Universities will win by attracting global talent

The feds are piloting a new two-stream visa “to attract highly skilled global talent.” One is for established businesses to hire people whose visa will ensure “skills transfer” to Australian workers. The other is for technology based and STEM start-ups to “sponsor people with specialised technology skills.” A new migration path for international higher degree graduates? There is no mention of the Global Talent Scheme only applying offshore. And both streams require three-year’s work experience for the job they are hired to do. With the existing temporary graduate visa applying for up to four years it could be.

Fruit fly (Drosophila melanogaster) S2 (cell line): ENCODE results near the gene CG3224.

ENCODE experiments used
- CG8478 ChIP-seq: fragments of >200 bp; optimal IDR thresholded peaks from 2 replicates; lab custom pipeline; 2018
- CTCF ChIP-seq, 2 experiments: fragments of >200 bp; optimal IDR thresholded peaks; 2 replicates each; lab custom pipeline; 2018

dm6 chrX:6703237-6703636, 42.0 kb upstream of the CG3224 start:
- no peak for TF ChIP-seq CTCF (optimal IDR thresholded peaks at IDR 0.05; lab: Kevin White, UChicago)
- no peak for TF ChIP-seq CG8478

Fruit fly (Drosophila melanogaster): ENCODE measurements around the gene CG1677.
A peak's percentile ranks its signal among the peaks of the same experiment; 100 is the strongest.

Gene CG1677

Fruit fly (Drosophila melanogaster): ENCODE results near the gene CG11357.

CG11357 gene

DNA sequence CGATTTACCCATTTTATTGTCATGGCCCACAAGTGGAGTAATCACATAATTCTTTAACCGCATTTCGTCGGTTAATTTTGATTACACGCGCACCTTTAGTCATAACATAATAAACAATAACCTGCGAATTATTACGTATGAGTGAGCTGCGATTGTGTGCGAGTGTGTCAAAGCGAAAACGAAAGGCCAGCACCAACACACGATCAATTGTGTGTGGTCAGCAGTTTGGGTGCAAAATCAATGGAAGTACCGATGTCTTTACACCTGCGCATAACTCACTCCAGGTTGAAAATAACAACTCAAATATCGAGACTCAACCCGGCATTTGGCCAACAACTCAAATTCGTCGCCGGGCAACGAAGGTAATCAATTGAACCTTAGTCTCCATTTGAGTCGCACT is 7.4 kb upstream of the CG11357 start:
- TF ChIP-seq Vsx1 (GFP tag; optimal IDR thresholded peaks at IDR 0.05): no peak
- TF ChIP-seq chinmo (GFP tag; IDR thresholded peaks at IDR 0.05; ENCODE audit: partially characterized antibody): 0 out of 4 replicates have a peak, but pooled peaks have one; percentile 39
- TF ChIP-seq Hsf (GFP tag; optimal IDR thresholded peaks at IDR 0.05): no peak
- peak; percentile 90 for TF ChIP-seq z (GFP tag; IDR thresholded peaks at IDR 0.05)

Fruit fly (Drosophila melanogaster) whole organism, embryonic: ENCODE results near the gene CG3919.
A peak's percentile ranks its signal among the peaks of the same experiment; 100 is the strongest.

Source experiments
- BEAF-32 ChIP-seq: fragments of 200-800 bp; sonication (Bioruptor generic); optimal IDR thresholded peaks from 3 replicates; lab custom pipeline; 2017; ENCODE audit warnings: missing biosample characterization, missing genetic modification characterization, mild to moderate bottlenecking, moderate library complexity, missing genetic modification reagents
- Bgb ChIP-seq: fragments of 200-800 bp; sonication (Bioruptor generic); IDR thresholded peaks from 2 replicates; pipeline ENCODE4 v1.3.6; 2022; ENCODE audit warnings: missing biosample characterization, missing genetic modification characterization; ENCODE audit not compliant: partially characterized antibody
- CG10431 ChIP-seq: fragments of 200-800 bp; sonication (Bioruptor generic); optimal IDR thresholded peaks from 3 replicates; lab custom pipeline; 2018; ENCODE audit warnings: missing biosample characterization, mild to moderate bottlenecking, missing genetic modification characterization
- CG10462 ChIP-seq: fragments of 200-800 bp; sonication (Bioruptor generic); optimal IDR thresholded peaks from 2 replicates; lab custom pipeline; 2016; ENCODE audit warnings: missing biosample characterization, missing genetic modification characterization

Universities Australia is excited about the chance for its members to pick up people in the high-paid pool, “we’re going to need new types of professionals and expertise to support the changing roles of universities as the nation transitions to a knowledge economy,” UA CEO Belinda Robinson said last night.

“As the economy changes, the role of Australia’s universities will need to change with it. Just a decade ago, expertise in areas such as research commercialisation, entrepreneurship or philanthropy weren’t a large part of university structures — now they’re increasingly vital.”


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